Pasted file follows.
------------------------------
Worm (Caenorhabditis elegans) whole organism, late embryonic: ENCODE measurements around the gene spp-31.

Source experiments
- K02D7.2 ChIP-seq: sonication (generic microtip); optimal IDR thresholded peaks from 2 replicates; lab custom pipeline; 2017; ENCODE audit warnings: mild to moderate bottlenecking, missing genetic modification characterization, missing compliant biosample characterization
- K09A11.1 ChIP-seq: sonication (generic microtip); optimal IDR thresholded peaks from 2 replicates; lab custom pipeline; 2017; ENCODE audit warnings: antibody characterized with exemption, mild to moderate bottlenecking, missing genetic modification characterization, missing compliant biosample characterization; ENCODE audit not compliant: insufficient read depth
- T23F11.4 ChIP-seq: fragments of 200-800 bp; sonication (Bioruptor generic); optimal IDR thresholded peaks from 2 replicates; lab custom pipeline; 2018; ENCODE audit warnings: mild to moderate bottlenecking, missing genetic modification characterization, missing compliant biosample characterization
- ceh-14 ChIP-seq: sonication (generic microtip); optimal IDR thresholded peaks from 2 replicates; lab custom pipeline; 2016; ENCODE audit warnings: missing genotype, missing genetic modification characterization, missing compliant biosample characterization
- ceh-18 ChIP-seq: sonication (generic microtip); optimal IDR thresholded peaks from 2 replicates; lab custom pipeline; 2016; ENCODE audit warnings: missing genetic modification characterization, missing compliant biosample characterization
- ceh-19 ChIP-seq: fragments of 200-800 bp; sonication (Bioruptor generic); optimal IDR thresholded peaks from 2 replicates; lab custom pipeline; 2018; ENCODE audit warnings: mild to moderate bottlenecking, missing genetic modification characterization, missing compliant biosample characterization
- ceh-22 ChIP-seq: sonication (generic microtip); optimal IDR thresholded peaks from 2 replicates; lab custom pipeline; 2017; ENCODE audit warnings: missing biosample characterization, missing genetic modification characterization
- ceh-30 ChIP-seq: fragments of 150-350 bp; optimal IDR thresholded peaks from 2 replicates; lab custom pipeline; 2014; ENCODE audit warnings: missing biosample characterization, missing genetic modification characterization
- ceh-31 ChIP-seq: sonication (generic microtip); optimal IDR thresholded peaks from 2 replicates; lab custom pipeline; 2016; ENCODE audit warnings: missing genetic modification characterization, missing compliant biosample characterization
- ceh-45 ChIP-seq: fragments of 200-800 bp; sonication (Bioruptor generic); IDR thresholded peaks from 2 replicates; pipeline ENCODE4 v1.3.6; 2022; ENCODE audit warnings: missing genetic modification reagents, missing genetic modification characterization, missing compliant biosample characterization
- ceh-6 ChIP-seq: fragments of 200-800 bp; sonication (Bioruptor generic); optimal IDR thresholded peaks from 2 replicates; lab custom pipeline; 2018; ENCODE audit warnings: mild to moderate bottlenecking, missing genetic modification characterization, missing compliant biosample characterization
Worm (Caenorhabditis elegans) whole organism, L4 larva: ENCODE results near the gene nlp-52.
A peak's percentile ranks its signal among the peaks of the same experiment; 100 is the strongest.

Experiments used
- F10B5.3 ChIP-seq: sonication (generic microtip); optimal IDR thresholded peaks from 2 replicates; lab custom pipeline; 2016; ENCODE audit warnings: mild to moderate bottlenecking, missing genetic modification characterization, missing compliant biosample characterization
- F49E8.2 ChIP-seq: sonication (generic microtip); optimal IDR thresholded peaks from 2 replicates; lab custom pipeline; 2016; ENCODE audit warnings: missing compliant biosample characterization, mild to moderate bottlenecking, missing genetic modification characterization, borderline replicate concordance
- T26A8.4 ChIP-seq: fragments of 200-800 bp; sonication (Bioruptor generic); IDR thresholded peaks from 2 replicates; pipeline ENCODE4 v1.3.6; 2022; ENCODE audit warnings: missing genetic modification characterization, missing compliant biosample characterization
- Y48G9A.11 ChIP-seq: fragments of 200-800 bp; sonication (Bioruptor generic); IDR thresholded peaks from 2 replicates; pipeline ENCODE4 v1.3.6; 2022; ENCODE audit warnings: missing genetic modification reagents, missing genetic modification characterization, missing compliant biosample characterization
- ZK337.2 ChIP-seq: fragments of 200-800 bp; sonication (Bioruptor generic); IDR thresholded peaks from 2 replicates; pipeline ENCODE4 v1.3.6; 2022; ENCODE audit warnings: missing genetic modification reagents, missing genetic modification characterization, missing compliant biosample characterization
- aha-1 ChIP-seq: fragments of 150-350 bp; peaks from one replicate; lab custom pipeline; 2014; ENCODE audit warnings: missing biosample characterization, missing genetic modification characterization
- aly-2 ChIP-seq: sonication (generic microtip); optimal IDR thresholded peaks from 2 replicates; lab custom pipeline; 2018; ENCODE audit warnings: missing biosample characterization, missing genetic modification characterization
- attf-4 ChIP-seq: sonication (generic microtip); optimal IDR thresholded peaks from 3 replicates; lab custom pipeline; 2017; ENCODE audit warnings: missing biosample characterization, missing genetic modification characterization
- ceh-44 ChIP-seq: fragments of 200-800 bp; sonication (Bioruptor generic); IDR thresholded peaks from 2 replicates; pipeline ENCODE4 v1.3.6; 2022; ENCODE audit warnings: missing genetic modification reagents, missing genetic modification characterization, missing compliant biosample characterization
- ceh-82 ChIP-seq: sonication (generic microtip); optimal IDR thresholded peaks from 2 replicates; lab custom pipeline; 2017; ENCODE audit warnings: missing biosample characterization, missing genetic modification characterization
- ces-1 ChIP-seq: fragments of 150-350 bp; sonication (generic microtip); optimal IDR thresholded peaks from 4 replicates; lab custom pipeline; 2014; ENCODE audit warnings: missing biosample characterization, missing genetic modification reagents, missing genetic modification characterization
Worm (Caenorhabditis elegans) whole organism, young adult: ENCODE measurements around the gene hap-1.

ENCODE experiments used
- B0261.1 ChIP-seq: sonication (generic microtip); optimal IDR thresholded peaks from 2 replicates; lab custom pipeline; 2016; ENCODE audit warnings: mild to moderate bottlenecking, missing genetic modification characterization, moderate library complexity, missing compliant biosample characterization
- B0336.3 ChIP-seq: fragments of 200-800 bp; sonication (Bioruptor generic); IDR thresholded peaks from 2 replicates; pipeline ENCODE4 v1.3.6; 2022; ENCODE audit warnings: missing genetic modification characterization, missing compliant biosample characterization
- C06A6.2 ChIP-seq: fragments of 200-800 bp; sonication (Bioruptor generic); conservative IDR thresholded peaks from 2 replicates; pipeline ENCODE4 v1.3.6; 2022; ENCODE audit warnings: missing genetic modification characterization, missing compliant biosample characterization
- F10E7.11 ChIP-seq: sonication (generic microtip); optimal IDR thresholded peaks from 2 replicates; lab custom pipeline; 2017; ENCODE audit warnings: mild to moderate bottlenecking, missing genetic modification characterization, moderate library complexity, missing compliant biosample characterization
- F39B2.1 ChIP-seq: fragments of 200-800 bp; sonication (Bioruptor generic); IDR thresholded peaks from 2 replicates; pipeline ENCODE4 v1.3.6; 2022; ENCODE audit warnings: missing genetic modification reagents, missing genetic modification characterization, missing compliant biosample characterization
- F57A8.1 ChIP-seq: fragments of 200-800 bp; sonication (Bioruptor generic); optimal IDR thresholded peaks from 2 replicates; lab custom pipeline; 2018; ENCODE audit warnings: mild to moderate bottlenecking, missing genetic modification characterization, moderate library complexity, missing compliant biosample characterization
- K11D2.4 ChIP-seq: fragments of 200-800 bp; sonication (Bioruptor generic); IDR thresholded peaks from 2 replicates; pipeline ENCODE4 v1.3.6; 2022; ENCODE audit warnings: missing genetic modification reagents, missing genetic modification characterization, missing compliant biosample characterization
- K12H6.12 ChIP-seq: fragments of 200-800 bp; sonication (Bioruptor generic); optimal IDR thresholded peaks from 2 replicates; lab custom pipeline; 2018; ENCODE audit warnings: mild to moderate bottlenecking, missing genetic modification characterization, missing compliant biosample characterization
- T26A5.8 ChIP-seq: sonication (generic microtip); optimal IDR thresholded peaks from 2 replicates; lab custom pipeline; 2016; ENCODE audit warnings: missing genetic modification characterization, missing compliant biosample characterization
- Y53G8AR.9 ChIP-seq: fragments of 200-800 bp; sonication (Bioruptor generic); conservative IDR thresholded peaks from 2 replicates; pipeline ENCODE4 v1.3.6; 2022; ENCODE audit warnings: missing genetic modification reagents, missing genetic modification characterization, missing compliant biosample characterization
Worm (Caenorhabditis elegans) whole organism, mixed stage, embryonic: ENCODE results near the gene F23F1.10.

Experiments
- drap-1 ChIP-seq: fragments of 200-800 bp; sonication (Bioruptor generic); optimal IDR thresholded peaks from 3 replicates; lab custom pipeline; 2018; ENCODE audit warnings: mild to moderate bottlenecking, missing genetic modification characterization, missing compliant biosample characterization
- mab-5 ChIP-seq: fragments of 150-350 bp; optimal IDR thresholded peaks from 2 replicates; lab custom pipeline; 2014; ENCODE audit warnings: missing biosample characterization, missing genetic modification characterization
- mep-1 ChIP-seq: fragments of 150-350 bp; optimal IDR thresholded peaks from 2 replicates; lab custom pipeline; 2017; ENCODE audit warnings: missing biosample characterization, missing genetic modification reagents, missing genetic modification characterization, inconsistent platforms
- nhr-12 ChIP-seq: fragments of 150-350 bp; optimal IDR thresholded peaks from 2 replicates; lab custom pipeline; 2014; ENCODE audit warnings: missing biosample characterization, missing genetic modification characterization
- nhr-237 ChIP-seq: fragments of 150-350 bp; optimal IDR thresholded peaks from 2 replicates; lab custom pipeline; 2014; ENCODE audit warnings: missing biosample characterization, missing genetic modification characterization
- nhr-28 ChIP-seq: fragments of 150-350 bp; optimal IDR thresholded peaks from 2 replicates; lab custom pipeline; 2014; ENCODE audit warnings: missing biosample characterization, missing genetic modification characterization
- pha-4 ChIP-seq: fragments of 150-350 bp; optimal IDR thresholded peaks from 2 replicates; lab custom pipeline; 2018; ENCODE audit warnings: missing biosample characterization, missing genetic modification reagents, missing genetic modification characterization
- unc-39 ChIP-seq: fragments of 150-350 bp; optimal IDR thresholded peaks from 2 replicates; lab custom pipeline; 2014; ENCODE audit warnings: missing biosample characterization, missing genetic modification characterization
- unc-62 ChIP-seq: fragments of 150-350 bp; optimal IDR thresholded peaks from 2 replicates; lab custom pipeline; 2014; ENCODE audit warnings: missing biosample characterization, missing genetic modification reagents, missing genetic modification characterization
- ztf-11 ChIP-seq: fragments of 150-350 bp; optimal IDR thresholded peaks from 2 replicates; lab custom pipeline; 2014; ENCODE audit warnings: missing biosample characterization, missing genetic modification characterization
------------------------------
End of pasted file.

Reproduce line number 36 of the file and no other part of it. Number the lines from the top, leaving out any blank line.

- K11D2.4 ChIP-seq: fragments of 200-800 bp; sonication (Bioruptor generic); IDR thresholded peaks from 2 replicates; pipeline ENCODE4 v1.3.6; 2022; ENCODE audit warnings: missing genetic modification reagents, missing genetic modification characterization, missing compliant biosample characterization